UPMC Hillman Cancer Center

Early Detection, Risk Prediction, and Prevention

CT scanLung cancer remains the leading cause of cancer-related death with poor survival due to the late stage at which lung cancer is typically diagnosed. Given the clinical burden from lung cancer and the relatively favorable survival associated with early-stage lung cancer, identifying individuals at high risk for developing lung cancer, and improving early detection methods for lung cancer, are of important potential clinical benefit. In addition, smoking cessation and avoidance, and cancer chemoprevention strategies are being examined within the LCP, in collaboration with the Cancer Epidemiology and Prevention Program and the Biobehavioral Oncology Program.

Selected Publications

  • Chronic mucous hypersecretion (CMH) contributes to COPD exacerbations and increased risk for lung cancer. Because methylation of gene promoters in sputum has been shown to be associated with lung cancer risk, it was tested whether such methylation was more common in persons with CMH. Results showed that CMH was significantly associated with an overall increased number of methylated genes, with SULF2 methylation demonstrating the most consistent association. The association between SULF2 methylation and CMH was significantly increased in males but not in females, and the association between methylation and CMH was more pronounced among 139 male former smokers with persistent CMH compared to current smokers. These findings demonstrate that especially male former smokers with persistent CMH have markedly increased promoter methylation of lung cancer risk genes and potentially could be at increased risk for lung cancer. (Bruse et. al., Respir Res. 2014 Jan 9;15:2.)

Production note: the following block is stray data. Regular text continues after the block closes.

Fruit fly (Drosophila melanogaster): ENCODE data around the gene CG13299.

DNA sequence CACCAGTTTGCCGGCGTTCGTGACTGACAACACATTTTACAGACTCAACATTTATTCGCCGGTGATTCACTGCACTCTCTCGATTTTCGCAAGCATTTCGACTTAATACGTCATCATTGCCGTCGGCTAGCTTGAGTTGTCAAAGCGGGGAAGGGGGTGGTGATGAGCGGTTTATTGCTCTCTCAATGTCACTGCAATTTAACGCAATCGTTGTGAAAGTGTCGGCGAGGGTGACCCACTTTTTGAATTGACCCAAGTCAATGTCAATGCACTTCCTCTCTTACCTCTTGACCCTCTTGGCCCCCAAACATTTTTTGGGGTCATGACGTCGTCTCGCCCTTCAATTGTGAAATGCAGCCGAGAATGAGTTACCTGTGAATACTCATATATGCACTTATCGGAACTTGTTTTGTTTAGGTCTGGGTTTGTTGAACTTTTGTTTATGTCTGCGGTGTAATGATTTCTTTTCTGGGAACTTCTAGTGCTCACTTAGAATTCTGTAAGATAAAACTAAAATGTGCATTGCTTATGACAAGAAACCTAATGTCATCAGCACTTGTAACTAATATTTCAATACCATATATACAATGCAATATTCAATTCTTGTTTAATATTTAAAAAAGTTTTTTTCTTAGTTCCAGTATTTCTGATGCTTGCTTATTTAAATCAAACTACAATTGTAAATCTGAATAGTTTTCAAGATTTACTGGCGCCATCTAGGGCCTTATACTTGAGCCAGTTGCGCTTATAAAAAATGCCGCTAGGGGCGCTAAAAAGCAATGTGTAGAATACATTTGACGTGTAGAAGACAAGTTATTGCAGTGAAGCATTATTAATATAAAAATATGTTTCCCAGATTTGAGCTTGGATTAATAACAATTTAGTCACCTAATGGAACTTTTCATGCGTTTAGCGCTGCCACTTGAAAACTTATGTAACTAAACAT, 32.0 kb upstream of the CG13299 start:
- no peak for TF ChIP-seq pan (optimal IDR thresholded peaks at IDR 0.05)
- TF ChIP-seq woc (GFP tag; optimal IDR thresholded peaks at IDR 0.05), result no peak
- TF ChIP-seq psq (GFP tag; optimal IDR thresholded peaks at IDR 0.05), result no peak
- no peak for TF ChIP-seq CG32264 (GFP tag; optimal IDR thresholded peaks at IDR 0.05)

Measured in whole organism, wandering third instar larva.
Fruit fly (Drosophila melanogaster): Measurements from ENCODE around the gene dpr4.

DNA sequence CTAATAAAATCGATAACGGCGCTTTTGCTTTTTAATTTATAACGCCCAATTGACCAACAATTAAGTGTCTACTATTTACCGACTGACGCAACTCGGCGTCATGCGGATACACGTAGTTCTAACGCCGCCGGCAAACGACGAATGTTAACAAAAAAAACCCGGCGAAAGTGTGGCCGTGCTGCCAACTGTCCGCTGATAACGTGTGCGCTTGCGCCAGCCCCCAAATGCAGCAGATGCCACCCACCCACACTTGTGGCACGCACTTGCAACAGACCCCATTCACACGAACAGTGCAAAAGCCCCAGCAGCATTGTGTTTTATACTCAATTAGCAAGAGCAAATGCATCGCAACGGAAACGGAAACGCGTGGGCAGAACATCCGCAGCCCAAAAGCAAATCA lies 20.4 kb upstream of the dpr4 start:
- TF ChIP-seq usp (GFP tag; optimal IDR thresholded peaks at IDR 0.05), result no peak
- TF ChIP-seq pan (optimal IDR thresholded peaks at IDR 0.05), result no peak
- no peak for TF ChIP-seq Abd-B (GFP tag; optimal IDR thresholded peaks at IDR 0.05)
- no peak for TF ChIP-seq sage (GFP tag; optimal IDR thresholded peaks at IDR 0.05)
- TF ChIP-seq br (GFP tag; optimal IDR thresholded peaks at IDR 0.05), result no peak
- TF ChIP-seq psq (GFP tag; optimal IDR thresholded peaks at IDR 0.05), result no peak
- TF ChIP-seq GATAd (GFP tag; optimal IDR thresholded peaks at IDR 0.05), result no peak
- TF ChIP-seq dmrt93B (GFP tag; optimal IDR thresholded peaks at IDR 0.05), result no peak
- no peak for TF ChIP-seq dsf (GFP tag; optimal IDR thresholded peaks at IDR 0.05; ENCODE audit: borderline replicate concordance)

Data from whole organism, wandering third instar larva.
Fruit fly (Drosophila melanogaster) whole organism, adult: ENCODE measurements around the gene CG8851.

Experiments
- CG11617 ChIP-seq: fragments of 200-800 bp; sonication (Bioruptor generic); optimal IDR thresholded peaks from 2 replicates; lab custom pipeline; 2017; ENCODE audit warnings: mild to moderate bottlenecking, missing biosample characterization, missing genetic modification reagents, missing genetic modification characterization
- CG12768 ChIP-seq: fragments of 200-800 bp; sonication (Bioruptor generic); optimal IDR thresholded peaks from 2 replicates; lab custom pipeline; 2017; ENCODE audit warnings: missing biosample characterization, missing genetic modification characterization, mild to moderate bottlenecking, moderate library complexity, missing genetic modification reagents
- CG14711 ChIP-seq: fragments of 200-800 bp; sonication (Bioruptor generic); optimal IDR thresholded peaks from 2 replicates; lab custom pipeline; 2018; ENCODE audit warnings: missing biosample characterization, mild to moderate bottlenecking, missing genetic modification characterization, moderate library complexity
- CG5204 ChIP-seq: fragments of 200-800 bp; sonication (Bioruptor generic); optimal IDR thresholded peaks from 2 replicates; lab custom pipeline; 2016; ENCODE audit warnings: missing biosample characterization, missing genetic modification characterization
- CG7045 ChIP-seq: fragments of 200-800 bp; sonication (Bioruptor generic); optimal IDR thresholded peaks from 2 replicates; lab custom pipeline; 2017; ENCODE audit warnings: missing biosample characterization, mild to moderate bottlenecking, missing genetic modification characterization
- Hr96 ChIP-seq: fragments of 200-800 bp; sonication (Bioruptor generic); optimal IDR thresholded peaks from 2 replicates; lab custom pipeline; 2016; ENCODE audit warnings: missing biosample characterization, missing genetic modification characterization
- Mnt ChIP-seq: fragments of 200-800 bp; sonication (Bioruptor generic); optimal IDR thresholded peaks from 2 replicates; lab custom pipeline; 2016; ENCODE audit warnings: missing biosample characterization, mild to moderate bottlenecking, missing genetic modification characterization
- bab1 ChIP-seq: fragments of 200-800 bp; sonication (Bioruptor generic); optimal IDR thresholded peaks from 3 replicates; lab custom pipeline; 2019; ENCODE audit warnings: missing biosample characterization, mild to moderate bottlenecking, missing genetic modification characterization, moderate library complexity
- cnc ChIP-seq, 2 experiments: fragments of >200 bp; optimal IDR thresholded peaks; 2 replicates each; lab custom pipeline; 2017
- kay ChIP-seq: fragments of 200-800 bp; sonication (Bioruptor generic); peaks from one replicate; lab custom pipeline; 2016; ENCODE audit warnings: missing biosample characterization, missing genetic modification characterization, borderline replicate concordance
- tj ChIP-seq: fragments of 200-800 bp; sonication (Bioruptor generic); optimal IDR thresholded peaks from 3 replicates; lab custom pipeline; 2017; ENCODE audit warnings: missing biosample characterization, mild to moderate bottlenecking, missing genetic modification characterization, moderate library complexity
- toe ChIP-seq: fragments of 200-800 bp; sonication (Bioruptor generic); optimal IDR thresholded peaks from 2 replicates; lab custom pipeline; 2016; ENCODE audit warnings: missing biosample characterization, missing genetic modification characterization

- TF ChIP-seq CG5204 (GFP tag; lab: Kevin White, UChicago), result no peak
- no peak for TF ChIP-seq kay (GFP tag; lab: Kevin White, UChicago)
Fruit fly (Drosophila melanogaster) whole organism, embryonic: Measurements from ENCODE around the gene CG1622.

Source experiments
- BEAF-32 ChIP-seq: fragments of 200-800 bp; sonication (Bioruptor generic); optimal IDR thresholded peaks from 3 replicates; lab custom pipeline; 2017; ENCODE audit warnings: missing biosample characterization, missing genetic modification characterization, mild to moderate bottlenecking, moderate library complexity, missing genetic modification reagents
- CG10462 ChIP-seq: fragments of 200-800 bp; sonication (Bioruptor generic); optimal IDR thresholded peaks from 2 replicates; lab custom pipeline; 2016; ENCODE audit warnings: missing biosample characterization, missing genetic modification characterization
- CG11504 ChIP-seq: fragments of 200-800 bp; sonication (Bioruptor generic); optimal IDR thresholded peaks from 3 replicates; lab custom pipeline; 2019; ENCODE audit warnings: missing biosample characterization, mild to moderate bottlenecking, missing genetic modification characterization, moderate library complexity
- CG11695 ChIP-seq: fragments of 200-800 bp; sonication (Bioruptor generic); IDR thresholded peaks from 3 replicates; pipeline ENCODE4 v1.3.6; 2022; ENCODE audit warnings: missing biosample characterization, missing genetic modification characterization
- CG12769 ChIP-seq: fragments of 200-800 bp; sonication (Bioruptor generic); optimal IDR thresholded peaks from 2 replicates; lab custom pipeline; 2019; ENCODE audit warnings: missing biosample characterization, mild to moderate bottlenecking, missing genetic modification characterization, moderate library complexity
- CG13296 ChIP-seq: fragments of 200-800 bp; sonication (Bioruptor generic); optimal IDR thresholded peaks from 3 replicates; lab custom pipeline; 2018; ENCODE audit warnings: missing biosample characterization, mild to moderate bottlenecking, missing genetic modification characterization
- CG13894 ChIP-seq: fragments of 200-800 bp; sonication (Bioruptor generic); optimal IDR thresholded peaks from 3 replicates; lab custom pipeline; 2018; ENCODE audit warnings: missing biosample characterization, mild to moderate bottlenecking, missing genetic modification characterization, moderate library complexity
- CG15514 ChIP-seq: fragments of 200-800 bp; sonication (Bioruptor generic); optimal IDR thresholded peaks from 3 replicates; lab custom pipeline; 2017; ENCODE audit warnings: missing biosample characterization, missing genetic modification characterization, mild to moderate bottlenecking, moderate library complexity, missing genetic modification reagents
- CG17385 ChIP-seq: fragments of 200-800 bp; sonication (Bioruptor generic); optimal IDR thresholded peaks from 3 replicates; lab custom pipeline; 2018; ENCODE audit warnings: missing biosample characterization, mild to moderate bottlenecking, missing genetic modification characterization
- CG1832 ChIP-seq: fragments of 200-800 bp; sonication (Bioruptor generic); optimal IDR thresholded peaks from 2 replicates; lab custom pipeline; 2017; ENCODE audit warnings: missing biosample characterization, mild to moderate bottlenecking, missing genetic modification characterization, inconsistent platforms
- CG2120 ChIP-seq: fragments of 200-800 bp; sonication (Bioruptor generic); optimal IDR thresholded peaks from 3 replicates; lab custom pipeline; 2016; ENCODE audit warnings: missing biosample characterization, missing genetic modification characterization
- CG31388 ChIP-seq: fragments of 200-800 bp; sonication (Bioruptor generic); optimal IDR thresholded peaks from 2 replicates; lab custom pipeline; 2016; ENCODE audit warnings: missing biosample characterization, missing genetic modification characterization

• LCP researchers identified a panel of 10 serum biomarkers (prolactin, transthyretin, thrombospondin-1, E-selectin, C-C motif chemokine 5, macrophage migration inhibitory factor, plasminogen activator inhibitor, receptor tyrosine-protein kinase, erbb-2, cytokeratin fragment 21.1, and serum amyloid A) that distinguished lung cancer patients from controls with 77.1% sensitivity/76.2% specificity in cross-validation in the expanded training set, 73.3% sensitivity/93.3% specificity (balanced accuracy 83.3%) in the blinded verification set with the best discriminative performance in stage I/II cases: 85% sensitivity (balanced accuracy 89.2%). Importantly, the rate of misclassification of CT-screened controls was not different in most control subgroups with or without airflow obstruction or emphysema or pulmonary nodules. These biomarkers have potential to aid in the early detection of lung cancer and more accurate interpretation of indeterminate pulmonary nodules detected by CT screening. (Bigbee et. al., J Thorac Oncol. 2012 Apr;7(4):698-708.)
  • As computed tomography (CT) screening for lung cancer becomes more widespread, volumetric analyses, including doubling times, of CT-screen detected lung nodules and lung cancers may provide useful information in the follow-up and management of CT-detected lung nodules and cancers. Results indicated that volumetric analysis of CT-detected lung cancers is particularly useful in adenocarcinoma/bronchioloalveolar carcinoma. Prevalent cancers have a significantly slower doubling time than nonprevalent cancers and a higher percentage of adenocarcinoma/bronchioloalveolar carcinoma. These results should affect the management of indeterminant lung nodules detected on screening CT scans. (Wilson et. al., Am J Respir Crit Care Med. 2012 Jan 1;185(1):85-9.)


Becich, Michael, MD, PhD
Biomedical Informatics (DBMI)
Nason, Katie, MD
Davison, Jon, MD
Ortiz, Luis, MD
Environmental & Occupational Health
Diergaarde, Brenda, PhD
Human Genetics
Pu, Jiantao, PhD
Fuhrman, Carl, MD
Schuchert, Matthew, MD
Cardiothoracic Surgery
Gopalakrishnan, Vanathi, PhD
Biomedical Informatics (DBMI)
Shapiro, Steven, MD
Herman, James, MD
Wilson, David, MD
Kurland, Brenda, PhD
Yousem, Samuel, MD